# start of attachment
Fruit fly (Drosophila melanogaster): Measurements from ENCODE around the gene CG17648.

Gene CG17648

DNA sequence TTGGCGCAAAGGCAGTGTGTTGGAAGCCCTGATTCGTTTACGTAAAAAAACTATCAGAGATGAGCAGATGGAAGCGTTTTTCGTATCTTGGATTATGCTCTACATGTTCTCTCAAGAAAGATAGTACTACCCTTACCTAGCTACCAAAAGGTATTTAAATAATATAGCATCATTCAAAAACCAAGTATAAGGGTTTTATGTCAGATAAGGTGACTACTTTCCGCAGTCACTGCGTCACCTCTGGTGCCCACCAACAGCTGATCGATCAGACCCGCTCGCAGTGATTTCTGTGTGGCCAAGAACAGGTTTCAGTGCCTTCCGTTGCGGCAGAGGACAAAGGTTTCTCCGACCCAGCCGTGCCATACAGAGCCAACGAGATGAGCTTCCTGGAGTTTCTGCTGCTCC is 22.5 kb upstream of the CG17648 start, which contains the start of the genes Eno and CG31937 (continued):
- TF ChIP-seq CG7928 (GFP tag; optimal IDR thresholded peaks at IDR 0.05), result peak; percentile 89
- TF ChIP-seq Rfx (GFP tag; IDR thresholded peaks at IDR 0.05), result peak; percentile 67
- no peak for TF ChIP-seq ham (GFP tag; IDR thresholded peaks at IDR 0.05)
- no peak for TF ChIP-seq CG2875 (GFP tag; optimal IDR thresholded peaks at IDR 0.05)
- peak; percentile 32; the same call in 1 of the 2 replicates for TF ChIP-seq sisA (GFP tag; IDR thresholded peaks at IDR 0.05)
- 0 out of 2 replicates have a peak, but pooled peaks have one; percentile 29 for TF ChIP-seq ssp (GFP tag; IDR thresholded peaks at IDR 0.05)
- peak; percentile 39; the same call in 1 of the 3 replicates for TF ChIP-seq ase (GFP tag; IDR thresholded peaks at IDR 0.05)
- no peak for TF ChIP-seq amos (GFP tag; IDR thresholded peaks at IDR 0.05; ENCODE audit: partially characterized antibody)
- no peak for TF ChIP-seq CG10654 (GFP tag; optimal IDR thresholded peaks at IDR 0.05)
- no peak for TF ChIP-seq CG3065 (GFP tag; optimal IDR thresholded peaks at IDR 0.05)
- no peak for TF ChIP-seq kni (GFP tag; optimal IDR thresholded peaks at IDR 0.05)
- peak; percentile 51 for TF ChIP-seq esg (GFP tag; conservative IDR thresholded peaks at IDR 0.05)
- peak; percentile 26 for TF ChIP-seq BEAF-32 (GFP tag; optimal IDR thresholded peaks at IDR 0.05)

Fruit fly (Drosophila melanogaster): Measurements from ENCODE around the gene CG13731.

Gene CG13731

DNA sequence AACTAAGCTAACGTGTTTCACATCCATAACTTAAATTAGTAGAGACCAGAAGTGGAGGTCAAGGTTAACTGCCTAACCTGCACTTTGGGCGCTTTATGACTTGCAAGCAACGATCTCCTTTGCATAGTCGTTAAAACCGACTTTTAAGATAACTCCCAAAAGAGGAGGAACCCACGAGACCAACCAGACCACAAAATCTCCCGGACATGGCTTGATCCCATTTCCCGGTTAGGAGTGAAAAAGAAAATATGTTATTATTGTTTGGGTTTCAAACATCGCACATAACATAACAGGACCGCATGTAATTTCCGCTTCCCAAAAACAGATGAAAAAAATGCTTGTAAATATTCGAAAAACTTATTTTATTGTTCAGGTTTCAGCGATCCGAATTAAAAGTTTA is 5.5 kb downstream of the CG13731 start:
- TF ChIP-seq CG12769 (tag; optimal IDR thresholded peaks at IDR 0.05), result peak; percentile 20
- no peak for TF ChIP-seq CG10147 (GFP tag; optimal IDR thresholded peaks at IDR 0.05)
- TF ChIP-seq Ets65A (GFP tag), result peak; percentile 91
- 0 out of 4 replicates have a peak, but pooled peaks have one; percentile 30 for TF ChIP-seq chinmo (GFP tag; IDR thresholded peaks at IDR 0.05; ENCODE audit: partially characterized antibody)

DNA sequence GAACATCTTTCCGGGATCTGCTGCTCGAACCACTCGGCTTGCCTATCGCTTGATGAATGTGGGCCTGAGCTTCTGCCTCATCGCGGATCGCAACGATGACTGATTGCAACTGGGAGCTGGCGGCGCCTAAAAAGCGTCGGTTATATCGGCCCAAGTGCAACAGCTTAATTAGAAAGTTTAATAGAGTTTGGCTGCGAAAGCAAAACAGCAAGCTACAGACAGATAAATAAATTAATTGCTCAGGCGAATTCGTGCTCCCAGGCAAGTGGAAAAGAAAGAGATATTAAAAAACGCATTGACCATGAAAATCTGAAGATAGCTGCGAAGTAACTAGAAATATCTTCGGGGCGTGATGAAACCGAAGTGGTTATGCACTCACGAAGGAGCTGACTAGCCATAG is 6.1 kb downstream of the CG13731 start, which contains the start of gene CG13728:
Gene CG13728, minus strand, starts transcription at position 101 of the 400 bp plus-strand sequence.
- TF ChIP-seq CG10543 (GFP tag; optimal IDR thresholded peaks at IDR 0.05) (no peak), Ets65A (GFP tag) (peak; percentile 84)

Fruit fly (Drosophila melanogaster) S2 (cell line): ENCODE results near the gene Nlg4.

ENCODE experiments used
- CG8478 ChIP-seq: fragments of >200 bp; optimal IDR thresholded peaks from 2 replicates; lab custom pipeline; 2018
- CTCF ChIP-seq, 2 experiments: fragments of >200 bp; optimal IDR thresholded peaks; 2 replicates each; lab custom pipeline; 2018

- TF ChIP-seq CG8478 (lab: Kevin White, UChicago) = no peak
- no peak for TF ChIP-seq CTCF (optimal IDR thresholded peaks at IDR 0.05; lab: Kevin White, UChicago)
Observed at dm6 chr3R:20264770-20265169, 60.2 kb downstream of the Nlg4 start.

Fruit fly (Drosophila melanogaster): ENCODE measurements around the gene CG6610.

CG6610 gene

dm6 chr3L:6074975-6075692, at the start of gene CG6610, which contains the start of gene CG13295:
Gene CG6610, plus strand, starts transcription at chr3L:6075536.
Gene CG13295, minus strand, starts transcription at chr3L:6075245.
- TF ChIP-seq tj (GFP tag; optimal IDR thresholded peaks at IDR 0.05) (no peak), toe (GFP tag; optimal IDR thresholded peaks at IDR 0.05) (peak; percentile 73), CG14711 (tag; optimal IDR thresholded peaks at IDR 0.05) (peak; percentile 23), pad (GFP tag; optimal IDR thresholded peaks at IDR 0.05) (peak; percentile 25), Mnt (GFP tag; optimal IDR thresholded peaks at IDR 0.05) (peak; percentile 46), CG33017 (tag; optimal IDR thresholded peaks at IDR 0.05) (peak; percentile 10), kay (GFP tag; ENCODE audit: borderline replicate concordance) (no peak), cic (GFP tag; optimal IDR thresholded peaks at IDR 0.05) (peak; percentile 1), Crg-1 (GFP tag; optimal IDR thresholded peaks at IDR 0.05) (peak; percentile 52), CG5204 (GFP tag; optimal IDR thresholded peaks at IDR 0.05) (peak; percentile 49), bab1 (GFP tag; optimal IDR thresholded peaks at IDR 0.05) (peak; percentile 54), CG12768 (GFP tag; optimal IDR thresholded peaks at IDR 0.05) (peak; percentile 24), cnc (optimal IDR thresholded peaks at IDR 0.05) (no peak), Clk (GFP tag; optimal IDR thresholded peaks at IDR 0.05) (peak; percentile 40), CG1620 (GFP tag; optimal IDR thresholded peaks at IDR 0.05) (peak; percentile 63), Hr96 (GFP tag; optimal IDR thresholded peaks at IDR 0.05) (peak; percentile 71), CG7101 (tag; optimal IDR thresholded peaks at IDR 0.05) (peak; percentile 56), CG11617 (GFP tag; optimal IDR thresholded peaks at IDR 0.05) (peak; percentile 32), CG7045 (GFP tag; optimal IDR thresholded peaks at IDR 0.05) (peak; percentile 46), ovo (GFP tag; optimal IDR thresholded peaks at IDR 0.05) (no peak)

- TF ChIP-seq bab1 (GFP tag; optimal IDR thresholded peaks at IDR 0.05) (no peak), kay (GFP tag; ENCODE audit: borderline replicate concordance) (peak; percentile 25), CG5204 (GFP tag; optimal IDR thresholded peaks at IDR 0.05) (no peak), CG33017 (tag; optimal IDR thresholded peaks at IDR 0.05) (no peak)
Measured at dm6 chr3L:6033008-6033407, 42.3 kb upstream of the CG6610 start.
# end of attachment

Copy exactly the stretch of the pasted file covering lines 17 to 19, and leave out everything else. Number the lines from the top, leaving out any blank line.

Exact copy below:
Fruit fly (Drosophila melanogaster): Measurements from ENCODE around the gene CG13731.

Gene CG13731

DNA sequence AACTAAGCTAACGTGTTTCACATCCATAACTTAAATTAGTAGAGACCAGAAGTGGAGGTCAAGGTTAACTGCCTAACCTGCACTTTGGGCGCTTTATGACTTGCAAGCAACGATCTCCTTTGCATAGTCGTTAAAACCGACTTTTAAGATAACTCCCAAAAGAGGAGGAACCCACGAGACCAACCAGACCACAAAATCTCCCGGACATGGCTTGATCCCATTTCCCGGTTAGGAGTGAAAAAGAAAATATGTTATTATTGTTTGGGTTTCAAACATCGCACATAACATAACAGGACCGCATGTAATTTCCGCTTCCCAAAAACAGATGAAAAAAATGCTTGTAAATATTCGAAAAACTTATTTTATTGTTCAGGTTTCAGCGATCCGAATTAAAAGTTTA is 5.5 kb downstream of the CG13731 start: